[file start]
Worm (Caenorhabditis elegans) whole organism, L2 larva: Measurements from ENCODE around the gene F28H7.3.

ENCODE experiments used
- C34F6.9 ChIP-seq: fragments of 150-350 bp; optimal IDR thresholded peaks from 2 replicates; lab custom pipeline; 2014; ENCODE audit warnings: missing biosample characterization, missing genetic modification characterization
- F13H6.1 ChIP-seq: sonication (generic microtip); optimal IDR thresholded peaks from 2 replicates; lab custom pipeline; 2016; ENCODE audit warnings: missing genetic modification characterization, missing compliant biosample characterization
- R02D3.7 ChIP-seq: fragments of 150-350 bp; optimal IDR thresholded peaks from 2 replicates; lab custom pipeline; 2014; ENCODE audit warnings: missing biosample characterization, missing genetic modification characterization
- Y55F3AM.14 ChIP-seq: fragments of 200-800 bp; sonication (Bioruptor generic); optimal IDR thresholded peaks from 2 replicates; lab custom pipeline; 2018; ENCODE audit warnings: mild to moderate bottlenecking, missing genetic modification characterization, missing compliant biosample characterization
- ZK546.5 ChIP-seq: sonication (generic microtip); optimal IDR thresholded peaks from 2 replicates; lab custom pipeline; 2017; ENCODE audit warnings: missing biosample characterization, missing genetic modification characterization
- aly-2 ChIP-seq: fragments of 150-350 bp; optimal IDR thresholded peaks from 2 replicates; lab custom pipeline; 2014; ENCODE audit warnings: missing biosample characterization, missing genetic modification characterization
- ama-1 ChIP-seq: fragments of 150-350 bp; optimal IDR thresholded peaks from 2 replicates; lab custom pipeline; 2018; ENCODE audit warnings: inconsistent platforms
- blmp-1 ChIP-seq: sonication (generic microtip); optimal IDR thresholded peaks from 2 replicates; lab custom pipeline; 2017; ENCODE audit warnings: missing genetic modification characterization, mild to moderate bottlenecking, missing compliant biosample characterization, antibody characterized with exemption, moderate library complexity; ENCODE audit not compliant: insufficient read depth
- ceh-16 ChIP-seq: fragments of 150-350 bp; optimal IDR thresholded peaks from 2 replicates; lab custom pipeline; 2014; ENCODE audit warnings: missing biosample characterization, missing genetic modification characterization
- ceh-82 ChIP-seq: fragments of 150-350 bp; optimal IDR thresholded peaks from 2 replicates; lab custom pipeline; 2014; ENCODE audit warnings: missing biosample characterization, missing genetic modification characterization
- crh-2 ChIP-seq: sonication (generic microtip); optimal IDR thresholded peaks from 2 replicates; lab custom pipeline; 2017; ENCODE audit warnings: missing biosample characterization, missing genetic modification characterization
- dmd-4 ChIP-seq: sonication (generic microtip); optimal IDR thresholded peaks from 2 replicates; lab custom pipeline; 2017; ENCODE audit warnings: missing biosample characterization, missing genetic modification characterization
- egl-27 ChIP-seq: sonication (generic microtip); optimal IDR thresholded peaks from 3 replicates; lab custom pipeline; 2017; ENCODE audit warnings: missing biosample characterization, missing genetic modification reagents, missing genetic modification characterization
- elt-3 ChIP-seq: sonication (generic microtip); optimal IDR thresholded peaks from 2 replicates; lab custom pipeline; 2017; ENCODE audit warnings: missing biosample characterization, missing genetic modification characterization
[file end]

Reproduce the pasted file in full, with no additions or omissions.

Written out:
Worm (Caenorhabditis elegans) whole organism, L2 larva: Measurements from ENCODE around the gene F28H7.3.

ENCODE experiments used
- C34F6.9 ChIP-seq: fragments of 150-350 bp; optimal IDR thresholded peaks from 2 replicates; lab custom pipeline; 2014; ENCODE audit warnings: missing biosample characterization, missing genetic modification characterization
- F13H6.1 ChIP-seq: sonication (generic microtip); optimal IDR thresholded peaks from 2 replicates; lab custom pipeline; 2016; ENCODE audit warnings: missing genetic modification characterization, missing compliant biosample characterization
- R02D3.7 ChIP-seq: fragments of 150-350 bp; optimal IDR thresholded peaks from 2 replicates; lab custom pipeline; 2014; ENCODE audit warnings: missing biosample characterization, missing genetic modification characterization
- Y55F3AM.14 ChIP-seq: fragments of 200-800 bp; sonication (Bioruptor generic); optimal IDR thresholded peaks from 2 replicates; lab custom pipeline; 2018; ENCODE audit warnings: mild to moderate bottlenecking, missing genetic modification characterization, missing compliant biosample characterization
- ZK546.5 ChIP-seq: sonication (generic microtip); optimal IDR thresholded peaks from 2 replicates; lab custom pipeline; 2017; ENCODE audit warnings: missing biosample characterization, missing genetic modification characterization
- aly-2 ChIP-seq: fragments of 150-350 bp; optimal IDR thresholded peaks from 2 replicates; lab custom pipeline; 2014; ENCODE audit warnings: missing biosample characterization, missing genetic modification characterization
- ama-1 ChIP-seq: fragments of 150-350 bp; optimal IDR thresholded peaks from 2 replicates; lab custom pipeline; 2018; ENCODE audit warnings: inconsistent platforms
- blmp-1 ChIP-seq: sonication (generic microtip); optimal IDR thresholded peaks from 2 replicates; lab custom pipeline; 2017; ENCODE audit warnings: missing genetic modification characterization, mild to moderate bottlenecking, missing compliant biosample characterization, antibody characterized with exemption, moderate library complexity; ENCODE audit not compliant: insufficient read depth
- ceh-16 ChIP-seq: fragments of 150-350 bp; optimal IDR thresholded peaks from 2 replicates; lab custom pipeline; 2014; ENCODE audit warnings: missing biosample characterization, missing genetic modification characterization
- ceh-82 ChIP-seq: fragments of 150-350 bp; optimal IDR thresholded peaks from 2 replicates; lab custom pipeline; 2014; ENCODE audit warnings: missing biosample characterization, missing genetic modification characterization
- crh-2 ChIP-seq: sonication (generic microtip); optimal IDR thresholded peaks from 2 replicates; lab custom pipeline; 2017; ENCODE audit warnings: missing biosample characterization, missing genetic modification characterization
- dmd-4 ChIP-seq: sonication (generic microtip); optimal IDR thresholded peaks from 2 replicates; lab custom pipeline; 2017; ENCODE audit warnings: missing biosample characterization, missing genetic modification characterization
- egl-27 ChIP-seq: sonication (generic microtip); optimal IDR thresholded peaks from 3 replicates; lab custom pipeline; 2017; ENCODE audit warnings: missing biosample characterization, missing genetic modification reagents, missing genetic modification characterization
- elt-3 ChIP-seq: sonication (generic microtip); optimal IDR thresholded peaks from 2 replicates; lab custom pipeline; 2017; ENCODE audit warnings: missing biosample characterization, missing genetic modification characterization